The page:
Healing in primary care: a vision shared by patients, physicians, nurses, and clinical staff

Journal Article

By: C.; Phillips Hsu, W; Sherman, K; Hawkes, R; Cherkin, D
Publication Name: Ann Fam Med
Year: 2008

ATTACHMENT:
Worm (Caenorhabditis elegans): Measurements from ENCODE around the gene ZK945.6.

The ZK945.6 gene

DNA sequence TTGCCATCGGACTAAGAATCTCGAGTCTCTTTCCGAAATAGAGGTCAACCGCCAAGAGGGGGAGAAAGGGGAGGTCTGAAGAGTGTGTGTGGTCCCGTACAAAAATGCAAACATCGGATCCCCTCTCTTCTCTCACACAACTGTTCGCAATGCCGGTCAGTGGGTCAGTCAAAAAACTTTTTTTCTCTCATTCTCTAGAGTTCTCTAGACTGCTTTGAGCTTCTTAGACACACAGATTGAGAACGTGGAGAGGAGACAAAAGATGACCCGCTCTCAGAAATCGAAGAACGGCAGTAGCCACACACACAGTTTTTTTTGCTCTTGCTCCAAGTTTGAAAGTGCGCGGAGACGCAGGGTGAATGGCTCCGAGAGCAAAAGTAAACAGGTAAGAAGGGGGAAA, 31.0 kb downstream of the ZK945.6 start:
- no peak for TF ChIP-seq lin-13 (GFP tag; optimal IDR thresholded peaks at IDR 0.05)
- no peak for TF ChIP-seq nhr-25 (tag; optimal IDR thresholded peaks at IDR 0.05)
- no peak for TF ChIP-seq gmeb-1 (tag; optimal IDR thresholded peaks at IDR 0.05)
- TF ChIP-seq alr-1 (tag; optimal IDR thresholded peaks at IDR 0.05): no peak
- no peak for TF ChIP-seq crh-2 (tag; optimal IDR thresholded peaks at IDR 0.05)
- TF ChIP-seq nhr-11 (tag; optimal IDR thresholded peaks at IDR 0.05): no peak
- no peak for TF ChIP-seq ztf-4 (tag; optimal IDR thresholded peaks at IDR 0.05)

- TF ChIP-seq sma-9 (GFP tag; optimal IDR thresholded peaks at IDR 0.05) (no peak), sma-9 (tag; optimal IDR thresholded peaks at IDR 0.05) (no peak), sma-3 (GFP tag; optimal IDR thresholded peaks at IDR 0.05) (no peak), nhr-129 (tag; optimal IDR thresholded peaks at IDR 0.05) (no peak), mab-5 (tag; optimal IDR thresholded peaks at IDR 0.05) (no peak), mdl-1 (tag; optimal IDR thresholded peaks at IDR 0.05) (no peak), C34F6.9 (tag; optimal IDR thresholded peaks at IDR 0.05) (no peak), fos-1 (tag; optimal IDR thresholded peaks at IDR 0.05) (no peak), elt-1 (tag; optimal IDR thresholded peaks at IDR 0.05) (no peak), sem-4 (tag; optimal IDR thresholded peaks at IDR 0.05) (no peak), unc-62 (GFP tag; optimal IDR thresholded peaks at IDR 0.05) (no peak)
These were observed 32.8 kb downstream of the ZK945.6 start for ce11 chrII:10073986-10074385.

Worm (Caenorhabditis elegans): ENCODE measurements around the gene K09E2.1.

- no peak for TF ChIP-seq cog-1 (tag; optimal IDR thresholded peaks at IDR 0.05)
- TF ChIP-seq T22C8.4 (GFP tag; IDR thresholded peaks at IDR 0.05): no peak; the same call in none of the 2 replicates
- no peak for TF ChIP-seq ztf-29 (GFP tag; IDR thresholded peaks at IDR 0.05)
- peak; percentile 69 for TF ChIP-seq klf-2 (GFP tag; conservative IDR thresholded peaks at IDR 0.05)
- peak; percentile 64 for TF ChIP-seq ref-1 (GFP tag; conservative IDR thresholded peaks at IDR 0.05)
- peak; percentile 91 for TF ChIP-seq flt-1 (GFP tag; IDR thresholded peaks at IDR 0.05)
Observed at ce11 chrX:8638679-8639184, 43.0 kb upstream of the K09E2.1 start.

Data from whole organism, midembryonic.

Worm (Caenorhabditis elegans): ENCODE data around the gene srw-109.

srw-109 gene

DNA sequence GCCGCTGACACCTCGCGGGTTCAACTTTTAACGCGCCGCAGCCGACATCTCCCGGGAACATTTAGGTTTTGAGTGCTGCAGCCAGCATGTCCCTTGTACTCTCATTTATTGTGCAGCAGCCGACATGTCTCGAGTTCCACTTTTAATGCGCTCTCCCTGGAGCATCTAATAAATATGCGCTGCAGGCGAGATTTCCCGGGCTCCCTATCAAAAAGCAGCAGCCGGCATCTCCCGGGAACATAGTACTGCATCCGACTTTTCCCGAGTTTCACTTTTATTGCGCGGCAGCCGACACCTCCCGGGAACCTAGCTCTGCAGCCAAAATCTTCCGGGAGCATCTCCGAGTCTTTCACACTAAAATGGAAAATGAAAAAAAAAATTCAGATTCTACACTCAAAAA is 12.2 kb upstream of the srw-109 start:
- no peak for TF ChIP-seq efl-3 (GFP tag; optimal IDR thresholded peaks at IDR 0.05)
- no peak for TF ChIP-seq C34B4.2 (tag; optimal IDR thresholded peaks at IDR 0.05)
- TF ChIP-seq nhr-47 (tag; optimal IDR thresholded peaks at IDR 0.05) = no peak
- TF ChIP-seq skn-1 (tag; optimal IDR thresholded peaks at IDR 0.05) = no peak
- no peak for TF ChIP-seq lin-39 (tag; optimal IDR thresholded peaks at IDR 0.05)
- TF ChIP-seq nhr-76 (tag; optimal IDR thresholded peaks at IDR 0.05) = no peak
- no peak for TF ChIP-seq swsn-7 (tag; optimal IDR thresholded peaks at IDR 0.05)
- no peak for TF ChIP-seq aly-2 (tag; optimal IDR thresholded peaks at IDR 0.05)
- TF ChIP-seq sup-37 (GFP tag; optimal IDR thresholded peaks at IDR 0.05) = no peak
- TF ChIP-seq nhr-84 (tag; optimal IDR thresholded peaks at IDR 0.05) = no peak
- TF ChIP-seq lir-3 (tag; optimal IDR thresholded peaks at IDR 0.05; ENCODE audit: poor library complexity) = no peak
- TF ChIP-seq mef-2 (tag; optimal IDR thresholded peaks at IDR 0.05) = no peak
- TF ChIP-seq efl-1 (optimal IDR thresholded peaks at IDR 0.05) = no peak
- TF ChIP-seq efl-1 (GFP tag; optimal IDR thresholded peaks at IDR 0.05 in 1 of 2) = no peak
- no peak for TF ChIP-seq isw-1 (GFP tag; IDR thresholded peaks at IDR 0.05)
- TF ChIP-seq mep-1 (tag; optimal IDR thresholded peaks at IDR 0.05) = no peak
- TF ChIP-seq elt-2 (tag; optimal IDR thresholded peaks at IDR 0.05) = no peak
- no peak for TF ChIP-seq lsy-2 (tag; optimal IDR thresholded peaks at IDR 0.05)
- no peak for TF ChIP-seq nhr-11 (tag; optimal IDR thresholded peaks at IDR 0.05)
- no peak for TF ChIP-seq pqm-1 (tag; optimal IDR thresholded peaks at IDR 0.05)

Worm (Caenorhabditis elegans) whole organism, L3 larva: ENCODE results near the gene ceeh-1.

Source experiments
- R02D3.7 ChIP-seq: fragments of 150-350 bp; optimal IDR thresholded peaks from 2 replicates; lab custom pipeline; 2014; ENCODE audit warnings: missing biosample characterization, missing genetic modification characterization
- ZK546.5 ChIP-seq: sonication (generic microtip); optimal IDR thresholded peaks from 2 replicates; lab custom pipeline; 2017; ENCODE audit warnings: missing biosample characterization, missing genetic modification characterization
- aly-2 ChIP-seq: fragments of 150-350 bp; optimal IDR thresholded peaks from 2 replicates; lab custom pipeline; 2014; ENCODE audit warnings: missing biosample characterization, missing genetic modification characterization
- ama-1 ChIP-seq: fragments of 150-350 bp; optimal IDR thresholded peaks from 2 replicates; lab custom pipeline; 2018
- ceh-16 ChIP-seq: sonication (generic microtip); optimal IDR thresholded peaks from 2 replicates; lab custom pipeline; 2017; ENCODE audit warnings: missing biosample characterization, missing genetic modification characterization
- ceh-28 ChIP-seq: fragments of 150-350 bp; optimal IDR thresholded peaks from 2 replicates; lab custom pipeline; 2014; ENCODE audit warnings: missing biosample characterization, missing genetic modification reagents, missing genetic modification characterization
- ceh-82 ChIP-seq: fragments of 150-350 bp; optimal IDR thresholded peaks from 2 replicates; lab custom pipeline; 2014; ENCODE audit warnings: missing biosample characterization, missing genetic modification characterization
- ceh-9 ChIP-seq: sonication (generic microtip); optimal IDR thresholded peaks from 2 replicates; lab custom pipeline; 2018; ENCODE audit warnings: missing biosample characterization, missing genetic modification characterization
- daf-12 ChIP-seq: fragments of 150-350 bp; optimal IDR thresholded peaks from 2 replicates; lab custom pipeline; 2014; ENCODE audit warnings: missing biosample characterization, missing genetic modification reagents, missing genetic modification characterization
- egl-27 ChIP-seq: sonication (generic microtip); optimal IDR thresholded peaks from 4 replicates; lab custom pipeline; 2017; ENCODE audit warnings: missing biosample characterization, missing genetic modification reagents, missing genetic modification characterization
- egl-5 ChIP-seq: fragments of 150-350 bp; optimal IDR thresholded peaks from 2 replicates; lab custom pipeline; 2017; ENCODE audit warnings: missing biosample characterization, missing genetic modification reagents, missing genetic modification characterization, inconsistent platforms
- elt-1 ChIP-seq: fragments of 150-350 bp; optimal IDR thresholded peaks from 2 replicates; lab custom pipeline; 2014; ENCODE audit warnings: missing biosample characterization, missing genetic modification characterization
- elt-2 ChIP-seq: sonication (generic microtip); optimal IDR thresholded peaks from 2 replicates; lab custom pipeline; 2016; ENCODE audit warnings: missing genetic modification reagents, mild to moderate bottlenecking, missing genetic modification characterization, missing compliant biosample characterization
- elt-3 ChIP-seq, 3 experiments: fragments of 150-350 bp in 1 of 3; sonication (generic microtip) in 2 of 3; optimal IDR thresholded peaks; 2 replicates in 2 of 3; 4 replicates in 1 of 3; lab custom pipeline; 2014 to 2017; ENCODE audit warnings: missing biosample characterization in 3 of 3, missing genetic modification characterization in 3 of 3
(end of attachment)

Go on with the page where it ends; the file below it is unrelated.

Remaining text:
PURPOSE: We wanted to understand the views of patients and clinicians on the central concept of healing and to identify major facilitators of and barriers to promoting healing in primary care. METHODS: We undertook a qualitative analysis of focus group discussions. Participants were drawn from primary care clinics of a large, integrated, health care system in Washington State in 2005. Nine focus groups included 84 participants: 28 patients, 23 primary care physicians (19 family physicians), 20 registered nurses, 11 licensed practical nurses, and 2 medical assistants. Randomly sampled established patients were aged from 21 to 65 years; 71% were female. RESULTS: We found remarkable concordance across focus groups and among types of participants in the definition of healing: Healing is a dynamic process of recovering from a trauma or illness by working toward realistic goals, restoring function, and regaining a personal sense of balance and peace. Healing is a multidimensional process with physical, emotional, and spiritual dimensions. The key themes are as follows: (1) healing is multidimensional and holistic; (2) healing is a process, a journey; (3) the goal of healing is recovery or restoration; (4) healing requires the person to reach a place of personal balance and acceptance; and (5) relationships are essential to healing. Factors that facilitate healing help build relationships, improve communication, and share responsibility between the patient and clinician. Major barriers are logistical factors that limit high-quality time with healing professionals. CONCLUSIONS: Patients and health care team members share a vision of healing and agree on ways to enhance the process in primary care.

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